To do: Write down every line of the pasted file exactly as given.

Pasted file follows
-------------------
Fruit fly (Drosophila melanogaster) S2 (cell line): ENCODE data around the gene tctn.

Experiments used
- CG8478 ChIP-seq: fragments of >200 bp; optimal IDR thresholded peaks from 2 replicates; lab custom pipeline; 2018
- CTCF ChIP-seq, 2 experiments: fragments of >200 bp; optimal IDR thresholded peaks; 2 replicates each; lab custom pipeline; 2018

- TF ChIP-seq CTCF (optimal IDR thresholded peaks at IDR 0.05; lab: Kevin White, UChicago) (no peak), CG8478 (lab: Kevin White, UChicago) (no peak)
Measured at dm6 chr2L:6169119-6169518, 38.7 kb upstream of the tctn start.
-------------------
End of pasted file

Fruit fly (Drosophila melanogaster) S2 (cell line): ENCODE data around the gene tctn.

Experiments used
- CG8478 ChIP-seq: fragments of >200 bp; optimal IDR thresholded peaks from 2 replicates; lab custom pipeline; 2018
- CTCF ChIP-seq, 2 experiments: fragments of >200 bp; optimal IDR thresholded peaks; 2 replicates each; lab custom pipeline; 2018

- TF ChIP-seq CTCF (optimal IDR thresholded peaks at IDR 0.05; lab: Kevin White, UChicago) (no peak), CG8478 (lab: Kevin White, UChicago) (no peak)
Measured at dm6 chr2L:6169119-6169518, 38.7 kb upstream of the tctn start.